Pak-China Floriculture cooperation to boost Pakistan’s economy

“Pakistan is a country of small farming households with a long history and rich experience in floriculture. There is a huge potential for cooperation between China and Pakistan in the flower industry,” said Naeem Iqbal Cheema, Political Counsellor at the Embassy of Pakistan in China.

Floriculture is a high-profit industry. In recent years, multiple related programs started in Pakistan to encourage farmers to plant flowers. Hashopee Garden in Gilgit-Baltistan is one of the examples. “We want to show people that flowers are not only used for beauty, for weddings and funerals, but also an important economic crop. Farmers can get maximum income from a small area through floricultural crop production,” said GM Saqib, deputy director of the Department of Agriculture, Shigar, Gilgit-Baltistan. Now, the new cash crop, flower, is gaining popularity among local farmers.

“Here you will find more than 80 flower varieties in Hashopee Garden. It is a very profitable business that we should bring people to. For instance, one kanal of land can produce 10,000 sticks of lily flower, and one stick can sell for 400 rupees in the market of Karachi. The lily bulbs left in the ground after cutting is also a separate asset with separate value. This is dual income.” Saqib said, emphasizing the high profit of the flower industry.

“Two important climatic factors are required for flower bulb production. One is the large difference in temperature between day and night. The other is the dry weather with low rainfall. These conditions are very suitable in Gilgit-Baltistan and many other places in Pakistan.” He added. To boost the potential of Pakistan’s floriculture industry, further efforts in technology improvement and industrialization need to be done.

As Pakistan has very good ties with China, which is now the world’s largest flower producer as well as an important participant in the foreign trade of flowers, China can be a potential partner that Pakistan can cooperate with and has great floricultural experience that Pakistan can refer to.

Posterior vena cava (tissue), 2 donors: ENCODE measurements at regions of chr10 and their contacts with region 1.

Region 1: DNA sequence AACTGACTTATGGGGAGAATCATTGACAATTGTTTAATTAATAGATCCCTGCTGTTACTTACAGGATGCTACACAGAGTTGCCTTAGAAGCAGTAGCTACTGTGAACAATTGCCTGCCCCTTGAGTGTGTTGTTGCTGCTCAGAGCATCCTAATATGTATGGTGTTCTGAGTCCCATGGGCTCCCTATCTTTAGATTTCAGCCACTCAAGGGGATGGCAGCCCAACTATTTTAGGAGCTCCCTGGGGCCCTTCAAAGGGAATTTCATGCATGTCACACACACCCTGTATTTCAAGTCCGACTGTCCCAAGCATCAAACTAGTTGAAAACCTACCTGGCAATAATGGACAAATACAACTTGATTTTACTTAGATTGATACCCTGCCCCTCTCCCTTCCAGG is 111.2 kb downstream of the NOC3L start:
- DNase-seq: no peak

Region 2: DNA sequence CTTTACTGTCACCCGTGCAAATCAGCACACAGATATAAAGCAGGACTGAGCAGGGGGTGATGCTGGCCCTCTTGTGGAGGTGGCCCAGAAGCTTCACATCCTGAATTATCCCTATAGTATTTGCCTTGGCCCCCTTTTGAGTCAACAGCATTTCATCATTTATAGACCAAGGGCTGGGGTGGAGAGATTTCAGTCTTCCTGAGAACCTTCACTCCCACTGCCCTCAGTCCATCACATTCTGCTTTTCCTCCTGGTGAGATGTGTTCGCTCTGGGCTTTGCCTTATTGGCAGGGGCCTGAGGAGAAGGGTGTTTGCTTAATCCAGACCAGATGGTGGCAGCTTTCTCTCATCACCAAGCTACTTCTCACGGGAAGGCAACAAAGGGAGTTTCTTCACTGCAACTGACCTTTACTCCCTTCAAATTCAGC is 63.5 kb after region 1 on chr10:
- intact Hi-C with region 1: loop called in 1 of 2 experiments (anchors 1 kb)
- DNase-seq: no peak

Pingyin county of Shandong, China is now home to a rose planting area of about 4,000 hectares and more than 40 rose processing enterprises. “Almost every household in our village grows roses because the soil and climate here are suitable for it,” said Yao, a 70-year-old local farmer who grows one mu (0.067 hectares) of roses, adding that the flower industry not only makes his village very beautiful in April and May but brings good incomes to the villagers.

To help farmers grow roses more easily and earn more, the county government also built a big data platform to provide them with growing data such as weather and marketing. A lot of companies and processing plants were established in the town, so that farmers can sell their flowers easily. Products made with roses in the county range from food and cosmetics to medicine, and have been sold to more than 10 countries and regions.

Aside from experience reference, Pak-China cooperation in the flower industry can also help Pakistan expand its sale channels. Currently in Pakistan, fresh flowers are normally used for ceremonial and decorative purposes, while dried petals and potted plants are mainly exported to Gulf countries.

As one of the biggest flower consumers in the world, China’s flower imports have been growing rapidly in recent years. “Contract farming with Chinese stakeholders for production of dried flower buds and petals for export to Chinese markets is a feasible avenue. The presentation of value-added products such as flower essential oil, flower jam and cosmetics will further expand the visibility of Pakistani flowers among Chinese customers,” suggested Prof. Dr. Iqrar Ahmad Khan, Vice Chancellor of University of Agriculture, Faisalabad (UAF).

“Pakistan’s floriculture exports could also be enhanced by targetting global markets through the Belt and Road Initiative(BRI).” Naeem Iqbal Cheema added. Earlier this year, the BRI Rose Industry Consortium was officially established to promote bilateral and multilateral trade and personnel exchanges among the BRI countries. Productive clusters of Pakistani roses have also been established along the Belt and Road to bring additional gross revenues. In the future, such floriculture cooperation will be extended to more flower varieties.